At the roll out event for Failed Evidence at John Jay College in New York on Thursday, Sept. 20, I spoke about the book, and a star-studded faculty panel, moderated by former U.S. Attorney Zachary Carter, gave the audience astute and insightful comments. The event took place just after NYPD Commissioner Ray Kelly announced an expansion of the Department’s very small pilot program of recording interrogations, so police will record all interrogations in cases of murder or sexual offenses, in every precinct. This change in NYPD policy came up in my presentation, and in the panel’s comments. I favor recording of interrogations and said so, but panel member Eugene O’Donnell, a former NYPD officer who now teaches at John Jay, voiced reservations. ( The recording of the event is not yet available, so I am working from memory; if I get this wrong, I hope that Professor O’Donnell or someone else who was there will correct me.) Professor O’Donnell’s main concern with recording seemed to be that detectives performing interrogations would curtail their questioning, or even not attempt much questioning, if they knew they were being recorded. I heard this same concern raised the next day, in an email I got from another attendee. This gentleman, who like Professor O’Donnell is also a former NYPD officer, said that he had raised the issue of recording interrogations with a friend who is an active NYPD detective, and that the friend said the same thing Professor O’Donnell had: that he would do fewer interviews if he was going to be recorded.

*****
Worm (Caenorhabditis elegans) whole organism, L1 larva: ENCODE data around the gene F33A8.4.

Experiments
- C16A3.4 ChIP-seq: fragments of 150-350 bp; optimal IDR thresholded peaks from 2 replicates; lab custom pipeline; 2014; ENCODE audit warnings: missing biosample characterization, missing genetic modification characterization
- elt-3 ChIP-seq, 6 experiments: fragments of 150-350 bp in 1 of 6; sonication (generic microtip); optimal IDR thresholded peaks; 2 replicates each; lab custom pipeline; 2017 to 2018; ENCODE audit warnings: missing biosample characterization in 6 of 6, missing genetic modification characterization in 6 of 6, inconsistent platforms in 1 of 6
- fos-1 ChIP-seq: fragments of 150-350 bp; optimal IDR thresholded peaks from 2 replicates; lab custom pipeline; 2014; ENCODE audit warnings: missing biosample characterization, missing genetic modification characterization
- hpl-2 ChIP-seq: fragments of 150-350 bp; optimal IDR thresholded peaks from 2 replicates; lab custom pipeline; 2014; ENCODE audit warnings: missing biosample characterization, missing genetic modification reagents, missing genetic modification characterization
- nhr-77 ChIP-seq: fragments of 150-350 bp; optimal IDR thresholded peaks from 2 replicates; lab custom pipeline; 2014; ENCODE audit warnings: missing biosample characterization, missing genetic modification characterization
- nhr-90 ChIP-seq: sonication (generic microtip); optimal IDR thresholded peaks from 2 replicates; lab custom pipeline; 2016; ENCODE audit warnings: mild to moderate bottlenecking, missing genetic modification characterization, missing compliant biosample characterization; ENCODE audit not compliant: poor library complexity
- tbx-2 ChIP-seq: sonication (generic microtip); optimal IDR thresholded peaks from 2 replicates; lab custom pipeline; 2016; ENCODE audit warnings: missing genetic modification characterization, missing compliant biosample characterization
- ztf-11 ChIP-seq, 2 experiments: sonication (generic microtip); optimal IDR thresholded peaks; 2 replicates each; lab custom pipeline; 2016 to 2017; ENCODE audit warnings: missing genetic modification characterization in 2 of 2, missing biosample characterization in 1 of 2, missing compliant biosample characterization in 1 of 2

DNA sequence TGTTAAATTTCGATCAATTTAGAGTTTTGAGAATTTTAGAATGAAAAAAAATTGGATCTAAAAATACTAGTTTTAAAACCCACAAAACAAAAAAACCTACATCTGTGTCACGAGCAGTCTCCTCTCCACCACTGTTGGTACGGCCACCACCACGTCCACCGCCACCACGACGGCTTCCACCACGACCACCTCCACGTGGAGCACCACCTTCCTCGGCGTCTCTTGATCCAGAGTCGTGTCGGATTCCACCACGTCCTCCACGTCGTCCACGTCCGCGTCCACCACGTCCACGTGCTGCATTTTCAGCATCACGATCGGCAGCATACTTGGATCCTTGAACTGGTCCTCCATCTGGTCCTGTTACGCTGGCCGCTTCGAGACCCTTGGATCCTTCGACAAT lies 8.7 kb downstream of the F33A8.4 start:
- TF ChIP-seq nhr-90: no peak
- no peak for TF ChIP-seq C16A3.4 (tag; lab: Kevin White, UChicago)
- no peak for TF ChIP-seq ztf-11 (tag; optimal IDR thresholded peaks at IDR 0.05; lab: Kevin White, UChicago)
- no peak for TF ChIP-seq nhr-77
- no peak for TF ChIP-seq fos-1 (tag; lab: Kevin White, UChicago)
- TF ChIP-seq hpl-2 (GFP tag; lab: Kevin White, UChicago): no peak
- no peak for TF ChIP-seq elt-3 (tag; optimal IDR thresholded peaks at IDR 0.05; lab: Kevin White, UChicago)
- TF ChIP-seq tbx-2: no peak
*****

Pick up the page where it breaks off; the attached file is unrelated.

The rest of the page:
I disagree; the experience of police departments that have recorded for years (beginning with Alaska in 1985 and Minnesota in 1984) doesn’t support this fear. “The Case for Recording Police Interrogations,” published in 2008 by Thomas P. Sullivan and colleagues, carefully works through all of the objections police have raised to recording. According to Sullivan, none of them hold water, but more interestingly, the idea that detectives faced with a recording requirement will somehow hold back or stop interrogating suspects does not even come up when talking to police who record. On the contrary, the article contains a long list of the benefits that police get from recording interrogations: a complete record; protection against bogus charges of misconduct or illegalities like failure to administer Miranda warnings; fewer motions to suppress and more guilty pleas, to name just a few. I have had the privilege of meeting a lot of police officers and detectives, and it is my strong impression that a recording requirement will not deter them from doing their jobs.